FrontPage magazine and The American Spectator continue their annual ritual of asking distinguished scholars, politicians, writers, and pundits their Christmas book lists. Here is my favorite:
Blind Side by Michael Lewis commits the intellectual gaffe of portraying evangelical Christians as they really are: good-hearted people of boundless love and charity who in this case bring a hulking, homeless, hopeless, orphaned, 16-year-old, 80-IQ black youth in off the streets, make him a part of their family, help him develop into an A's-and-B's college student, and a disciplined athlete who is currently the prize in the NFL draft for 2007 with an $8 million-plus-per-year contract to look forward to: Ole Miss star Michael Oher.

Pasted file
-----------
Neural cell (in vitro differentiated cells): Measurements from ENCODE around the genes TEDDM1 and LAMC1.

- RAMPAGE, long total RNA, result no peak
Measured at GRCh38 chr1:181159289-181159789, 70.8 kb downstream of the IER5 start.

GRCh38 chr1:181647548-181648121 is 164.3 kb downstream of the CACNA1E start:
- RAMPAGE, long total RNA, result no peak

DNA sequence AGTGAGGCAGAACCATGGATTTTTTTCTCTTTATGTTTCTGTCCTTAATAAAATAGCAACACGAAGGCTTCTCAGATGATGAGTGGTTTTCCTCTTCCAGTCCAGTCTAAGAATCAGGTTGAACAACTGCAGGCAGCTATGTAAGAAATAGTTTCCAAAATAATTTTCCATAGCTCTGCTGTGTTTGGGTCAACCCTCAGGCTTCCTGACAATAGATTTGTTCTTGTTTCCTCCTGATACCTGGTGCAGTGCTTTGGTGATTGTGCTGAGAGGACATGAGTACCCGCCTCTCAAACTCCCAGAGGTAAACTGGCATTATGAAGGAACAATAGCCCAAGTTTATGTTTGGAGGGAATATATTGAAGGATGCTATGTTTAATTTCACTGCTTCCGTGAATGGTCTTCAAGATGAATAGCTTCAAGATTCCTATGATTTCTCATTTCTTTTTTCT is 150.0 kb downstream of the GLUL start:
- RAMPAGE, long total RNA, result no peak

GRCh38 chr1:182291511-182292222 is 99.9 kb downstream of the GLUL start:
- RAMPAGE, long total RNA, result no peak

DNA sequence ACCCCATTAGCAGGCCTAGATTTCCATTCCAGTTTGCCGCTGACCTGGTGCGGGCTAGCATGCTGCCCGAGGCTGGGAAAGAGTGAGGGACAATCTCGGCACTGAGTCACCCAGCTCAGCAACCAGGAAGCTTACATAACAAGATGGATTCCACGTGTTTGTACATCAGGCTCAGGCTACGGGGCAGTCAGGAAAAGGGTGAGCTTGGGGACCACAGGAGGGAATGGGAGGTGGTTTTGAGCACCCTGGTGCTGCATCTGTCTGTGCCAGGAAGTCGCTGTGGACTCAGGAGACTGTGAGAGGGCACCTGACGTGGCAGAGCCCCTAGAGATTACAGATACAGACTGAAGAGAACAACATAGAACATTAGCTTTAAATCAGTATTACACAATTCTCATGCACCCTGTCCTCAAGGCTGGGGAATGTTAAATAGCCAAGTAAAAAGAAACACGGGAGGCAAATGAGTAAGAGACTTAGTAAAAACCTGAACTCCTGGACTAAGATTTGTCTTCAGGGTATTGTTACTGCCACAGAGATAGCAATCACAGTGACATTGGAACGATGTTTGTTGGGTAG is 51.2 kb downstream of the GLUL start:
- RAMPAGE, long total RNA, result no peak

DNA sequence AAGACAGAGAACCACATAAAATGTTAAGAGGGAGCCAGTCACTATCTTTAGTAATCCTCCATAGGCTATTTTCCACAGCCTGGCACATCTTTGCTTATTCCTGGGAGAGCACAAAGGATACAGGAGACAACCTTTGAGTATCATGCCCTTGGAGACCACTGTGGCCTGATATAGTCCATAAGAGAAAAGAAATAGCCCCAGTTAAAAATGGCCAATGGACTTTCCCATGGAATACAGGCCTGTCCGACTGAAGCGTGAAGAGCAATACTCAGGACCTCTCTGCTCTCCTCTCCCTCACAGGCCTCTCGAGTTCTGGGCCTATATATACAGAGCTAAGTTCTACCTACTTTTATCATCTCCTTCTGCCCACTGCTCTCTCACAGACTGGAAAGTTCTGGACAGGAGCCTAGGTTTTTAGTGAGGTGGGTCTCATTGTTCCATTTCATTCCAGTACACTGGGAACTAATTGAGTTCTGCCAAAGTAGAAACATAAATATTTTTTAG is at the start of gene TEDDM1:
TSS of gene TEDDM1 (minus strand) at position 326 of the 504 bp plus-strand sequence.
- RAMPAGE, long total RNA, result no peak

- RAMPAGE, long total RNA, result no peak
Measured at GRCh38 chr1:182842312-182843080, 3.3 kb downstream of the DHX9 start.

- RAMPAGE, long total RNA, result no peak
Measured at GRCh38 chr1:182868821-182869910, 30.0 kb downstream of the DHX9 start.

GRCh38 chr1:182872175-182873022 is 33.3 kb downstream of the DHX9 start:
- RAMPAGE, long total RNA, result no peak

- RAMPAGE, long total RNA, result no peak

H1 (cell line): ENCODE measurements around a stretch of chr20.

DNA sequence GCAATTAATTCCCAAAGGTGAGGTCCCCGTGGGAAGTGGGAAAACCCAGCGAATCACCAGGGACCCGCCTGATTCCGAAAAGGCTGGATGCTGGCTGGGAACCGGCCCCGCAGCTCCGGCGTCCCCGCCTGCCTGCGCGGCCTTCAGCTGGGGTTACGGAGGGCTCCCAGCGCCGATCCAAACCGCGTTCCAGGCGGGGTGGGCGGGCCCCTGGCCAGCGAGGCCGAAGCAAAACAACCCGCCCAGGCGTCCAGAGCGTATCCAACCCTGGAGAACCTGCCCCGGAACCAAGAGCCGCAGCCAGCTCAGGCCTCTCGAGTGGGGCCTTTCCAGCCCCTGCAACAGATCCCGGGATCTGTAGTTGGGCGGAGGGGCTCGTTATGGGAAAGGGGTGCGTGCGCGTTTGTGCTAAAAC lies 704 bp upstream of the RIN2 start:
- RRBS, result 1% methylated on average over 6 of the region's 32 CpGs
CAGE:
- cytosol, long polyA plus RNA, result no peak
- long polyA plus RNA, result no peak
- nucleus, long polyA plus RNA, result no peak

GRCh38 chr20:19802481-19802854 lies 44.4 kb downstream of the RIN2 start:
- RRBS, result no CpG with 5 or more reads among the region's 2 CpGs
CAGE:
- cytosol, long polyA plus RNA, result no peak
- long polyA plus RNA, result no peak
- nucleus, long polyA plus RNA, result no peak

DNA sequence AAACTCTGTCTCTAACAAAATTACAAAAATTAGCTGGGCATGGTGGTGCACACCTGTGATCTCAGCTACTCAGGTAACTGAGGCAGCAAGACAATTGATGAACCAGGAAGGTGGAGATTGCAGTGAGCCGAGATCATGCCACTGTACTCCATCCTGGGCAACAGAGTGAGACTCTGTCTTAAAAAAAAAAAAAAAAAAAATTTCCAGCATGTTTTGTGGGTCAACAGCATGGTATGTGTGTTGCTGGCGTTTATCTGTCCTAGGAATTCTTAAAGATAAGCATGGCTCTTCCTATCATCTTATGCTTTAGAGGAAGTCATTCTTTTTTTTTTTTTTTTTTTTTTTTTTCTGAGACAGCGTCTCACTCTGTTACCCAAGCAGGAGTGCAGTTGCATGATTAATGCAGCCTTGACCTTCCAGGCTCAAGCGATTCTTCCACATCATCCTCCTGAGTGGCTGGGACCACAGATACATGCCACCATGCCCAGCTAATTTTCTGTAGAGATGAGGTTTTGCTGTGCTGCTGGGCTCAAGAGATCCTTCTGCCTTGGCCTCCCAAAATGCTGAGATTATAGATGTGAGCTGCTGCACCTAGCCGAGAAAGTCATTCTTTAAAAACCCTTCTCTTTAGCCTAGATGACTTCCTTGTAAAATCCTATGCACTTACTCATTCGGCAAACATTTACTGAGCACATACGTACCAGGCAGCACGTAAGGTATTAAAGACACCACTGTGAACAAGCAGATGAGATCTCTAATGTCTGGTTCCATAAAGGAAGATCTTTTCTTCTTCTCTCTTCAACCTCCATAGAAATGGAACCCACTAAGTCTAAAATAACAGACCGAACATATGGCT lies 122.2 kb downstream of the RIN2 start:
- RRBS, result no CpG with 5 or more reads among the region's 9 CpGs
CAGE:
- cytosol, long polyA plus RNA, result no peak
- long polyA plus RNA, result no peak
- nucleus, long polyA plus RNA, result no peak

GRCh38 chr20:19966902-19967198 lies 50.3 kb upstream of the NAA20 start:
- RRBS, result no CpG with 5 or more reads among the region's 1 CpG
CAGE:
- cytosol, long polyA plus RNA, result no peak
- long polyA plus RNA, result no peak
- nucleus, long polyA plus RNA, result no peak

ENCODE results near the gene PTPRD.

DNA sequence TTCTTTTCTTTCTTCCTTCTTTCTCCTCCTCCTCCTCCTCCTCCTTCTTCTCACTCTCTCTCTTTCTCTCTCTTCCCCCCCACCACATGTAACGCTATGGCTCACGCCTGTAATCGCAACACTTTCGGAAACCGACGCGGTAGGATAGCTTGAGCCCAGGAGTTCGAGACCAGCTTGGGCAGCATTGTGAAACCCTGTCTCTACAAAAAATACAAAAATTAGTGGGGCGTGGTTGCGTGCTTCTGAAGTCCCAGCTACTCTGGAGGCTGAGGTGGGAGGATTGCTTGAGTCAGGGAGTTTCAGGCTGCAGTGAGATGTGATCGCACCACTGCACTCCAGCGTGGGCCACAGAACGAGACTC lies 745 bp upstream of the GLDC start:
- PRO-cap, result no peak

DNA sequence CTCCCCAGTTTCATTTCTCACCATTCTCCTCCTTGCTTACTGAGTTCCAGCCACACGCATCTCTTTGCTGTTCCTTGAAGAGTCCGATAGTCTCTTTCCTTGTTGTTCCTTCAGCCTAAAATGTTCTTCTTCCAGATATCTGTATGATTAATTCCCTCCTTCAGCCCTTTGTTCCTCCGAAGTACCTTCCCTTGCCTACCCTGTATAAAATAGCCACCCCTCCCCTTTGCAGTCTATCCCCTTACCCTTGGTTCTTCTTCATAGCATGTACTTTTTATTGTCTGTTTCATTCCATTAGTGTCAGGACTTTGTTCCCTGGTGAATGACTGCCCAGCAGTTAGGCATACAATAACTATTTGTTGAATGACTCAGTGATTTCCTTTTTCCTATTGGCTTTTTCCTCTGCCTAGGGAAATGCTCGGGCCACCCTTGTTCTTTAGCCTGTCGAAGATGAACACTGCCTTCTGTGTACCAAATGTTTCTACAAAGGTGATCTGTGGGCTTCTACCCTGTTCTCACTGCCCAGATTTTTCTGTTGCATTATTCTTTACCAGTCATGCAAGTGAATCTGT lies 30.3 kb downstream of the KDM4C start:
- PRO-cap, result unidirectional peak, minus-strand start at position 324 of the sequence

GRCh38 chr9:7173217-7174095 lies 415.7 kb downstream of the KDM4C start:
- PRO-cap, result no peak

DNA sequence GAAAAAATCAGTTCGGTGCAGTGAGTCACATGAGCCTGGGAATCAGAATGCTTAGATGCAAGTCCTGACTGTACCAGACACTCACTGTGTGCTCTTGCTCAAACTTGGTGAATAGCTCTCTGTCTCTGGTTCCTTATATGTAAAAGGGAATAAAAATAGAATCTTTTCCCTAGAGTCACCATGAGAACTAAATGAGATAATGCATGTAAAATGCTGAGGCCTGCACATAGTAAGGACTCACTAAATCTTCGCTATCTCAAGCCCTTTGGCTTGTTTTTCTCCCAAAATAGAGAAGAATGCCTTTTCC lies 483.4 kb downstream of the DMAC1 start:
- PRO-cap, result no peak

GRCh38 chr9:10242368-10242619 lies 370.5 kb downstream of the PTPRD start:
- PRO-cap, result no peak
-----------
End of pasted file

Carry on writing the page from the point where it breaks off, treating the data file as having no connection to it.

Guests of the Ayatollah by Mark Bowden is engrossing, gorgeously reported, breathtakingly detailed and shows that pre-Bowden we knew next to nothing about that notorious first blow in the jihad of today, the Iranian hostage crisis.
Since it's far too late to talk about N-- Journalism, let's just say that Lewis and Bowden light up the 3rd-millennial sky with journalism that is literature of a high order.
In Our Hands by Charles Murray sets forth a sly, modest proposal known only as The Plan. In The Plan every American citizen 21 years or over gets $10,000 a year, for life, from the government-and Social Security, Medicare, Medicaid, Welfare, Aid to Dependent Children, and all other government payments that go only to certain classes of people are done away with. In this book Murray is as brilliant and outrageous as ever. But he's not kidding. Remember, his "heartless," "draconian," "rightwing radical" proposal in Losing Ground, so roundly denounced by the New York Times, became the basis for the Clinton administration's successful welfare reforms.
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